[Skip to Navigation]
Other Articles
August 1932


Am J Dis Child. 1932;44(2):372-378. doi:10.1001/archpedi.1932.01950090110011

It is well recognized that there are certain pathologic conditions that affect children with such rarity that their occurrence is regarded as a medical curiosity. Disease of the gallbladder has been placed in this category by most physicians and looked on as an affliction to which children are fortunately immune. The opinion of clinicians has been fostered by the presentation of this subject in most of the textbooks on pediatrics and surgery in children, in which the authors either omit any mention of the gallbladder or merely call attention in a few lines to the rarity of disease of that organ in children. Their attitude is probably due to the small number of cases that have been reported in the literature. Synder,1 in 1925, called attention to the fact that, following the case reported by Gibson in 1722, Kellogg2 in 1923 was able to collect only sixty-four cases,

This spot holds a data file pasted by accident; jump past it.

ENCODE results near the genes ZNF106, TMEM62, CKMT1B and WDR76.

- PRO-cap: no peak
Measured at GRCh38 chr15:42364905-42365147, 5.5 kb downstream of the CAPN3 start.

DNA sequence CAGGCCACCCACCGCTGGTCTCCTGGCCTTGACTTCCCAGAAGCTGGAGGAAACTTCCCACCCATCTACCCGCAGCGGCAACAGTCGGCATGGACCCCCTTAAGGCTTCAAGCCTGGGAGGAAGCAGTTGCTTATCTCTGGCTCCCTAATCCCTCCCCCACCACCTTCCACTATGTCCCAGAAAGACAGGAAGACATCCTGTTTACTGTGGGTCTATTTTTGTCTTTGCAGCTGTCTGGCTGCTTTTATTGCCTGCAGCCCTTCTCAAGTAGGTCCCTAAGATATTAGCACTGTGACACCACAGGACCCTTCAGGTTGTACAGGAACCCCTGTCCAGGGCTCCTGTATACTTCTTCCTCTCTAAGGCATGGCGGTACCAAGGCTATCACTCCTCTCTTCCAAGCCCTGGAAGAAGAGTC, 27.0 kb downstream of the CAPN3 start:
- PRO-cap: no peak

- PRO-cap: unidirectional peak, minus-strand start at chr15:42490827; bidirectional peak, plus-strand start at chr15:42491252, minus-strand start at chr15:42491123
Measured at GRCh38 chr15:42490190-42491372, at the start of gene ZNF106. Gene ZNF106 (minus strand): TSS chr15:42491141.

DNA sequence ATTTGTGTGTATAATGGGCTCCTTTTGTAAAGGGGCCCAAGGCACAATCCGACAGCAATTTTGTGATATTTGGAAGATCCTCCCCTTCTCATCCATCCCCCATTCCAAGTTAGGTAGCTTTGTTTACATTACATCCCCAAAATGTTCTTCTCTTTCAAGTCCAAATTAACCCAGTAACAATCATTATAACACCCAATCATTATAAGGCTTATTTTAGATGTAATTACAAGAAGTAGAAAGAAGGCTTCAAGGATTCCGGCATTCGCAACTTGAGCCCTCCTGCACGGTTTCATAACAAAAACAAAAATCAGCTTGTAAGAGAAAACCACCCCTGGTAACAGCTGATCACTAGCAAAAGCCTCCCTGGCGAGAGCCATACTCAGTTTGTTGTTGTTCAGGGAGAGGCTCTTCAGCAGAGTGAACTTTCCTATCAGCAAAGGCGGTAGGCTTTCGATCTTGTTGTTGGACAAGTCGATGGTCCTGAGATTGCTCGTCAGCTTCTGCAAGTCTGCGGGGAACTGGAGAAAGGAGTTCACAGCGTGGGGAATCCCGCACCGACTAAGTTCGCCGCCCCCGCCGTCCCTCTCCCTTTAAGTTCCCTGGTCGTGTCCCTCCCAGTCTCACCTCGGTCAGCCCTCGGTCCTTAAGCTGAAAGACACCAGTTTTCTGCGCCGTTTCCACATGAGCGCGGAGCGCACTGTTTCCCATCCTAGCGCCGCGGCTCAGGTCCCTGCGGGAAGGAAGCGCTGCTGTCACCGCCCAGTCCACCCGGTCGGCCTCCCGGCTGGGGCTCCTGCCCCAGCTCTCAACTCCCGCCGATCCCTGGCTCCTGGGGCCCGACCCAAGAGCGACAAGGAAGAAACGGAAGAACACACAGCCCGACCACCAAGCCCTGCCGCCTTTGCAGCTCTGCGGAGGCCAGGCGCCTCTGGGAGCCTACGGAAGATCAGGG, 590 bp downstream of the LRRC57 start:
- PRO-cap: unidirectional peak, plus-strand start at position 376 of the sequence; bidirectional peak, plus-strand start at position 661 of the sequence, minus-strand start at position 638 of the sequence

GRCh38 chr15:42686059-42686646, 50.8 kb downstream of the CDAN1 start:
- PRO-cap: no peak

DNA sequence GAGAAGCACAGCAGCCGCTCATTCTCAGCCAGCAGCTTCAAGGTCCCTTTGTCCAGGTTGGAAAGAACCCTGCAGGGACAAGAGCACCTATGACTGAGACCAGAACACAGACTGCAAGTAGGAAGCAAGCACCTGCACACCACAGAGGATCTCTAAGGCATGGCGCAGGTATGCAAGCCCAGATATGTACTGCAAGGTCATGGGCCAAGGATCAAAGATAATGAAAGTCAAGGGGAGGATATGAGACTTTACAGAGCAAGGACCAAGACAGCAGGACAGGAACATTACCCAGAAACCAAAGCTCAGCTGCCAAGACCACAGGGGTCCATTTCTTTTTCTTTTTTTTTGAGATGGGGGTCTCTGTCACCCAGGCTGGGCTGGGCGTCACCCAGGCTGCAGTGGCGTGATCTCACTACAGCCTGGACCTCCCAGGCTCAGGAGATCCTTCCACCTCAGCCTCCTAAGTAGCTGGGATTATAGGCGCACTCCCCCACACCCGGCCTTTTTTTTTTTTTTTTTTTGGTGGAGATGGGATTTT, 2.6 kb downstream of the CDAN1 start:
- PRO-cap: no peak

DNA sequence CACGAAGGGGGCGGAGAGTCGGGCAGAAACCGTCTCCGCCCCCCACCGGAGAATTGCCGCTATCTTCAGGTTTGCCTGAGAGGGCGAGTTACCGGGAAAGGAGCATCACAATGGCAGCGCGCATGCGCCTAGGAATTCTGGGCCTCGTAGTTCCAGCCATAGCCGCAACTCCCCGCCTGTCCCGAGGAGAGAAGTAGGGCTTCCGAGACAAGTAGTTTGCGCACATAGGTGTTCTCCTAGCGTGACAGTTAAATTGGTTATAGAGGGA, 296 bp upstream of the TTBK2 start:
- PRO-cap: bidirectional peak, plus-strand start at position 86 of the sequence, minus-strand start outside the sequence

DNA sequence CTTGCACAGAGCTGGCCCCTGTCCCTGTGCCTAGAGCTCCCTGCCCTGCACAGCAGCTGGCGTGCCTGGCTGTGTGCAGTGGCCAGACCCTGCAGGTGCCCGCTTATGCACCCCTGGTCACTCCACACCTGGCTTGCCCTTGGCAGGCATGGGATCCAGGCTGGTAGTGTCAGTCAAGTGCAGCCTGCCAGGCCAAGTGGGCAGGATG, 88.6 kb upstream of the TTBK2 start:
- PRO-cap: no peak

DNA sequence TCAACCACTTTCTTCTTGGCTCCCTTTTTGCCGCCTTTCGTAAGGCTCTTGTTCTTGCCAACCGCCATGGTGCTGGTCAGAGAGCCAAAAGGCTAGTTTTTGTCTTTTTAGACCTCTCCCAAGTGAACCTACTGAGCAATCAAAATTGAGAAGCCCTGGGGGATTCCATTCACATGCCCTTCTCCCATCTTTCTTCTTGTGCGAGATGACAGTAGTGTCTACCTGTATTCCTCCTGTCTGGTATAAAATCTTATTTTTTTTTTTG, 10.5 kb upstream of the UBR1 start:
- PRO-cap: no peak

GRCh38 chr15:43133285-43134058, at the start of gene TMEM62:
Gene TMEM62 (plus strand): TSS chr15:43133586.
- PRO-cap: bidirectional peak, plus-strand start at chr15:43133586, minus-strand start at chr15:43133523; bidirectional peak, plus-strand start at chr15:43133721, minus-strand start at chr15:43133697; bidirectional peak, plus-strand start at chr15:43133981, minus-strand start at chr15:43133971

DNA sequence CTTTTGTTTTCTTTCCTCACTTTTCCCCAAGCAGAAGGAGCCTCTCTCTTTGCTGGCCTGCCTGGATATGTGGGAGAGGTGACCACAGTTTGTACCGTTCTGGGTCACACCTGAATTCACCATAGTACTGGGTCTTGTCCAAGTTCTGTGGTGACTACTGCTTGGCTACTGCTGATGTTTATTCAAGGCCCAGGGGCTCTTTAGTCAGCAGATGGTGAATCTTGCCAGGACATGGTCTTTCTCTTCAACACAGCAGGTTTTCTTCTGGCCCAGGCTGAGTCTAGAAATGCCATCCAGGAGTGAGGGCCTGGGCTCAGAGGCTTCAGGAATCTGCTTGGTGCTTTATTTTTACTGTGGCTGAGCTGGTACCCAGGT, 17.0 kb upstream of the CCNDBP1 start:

Add or change institution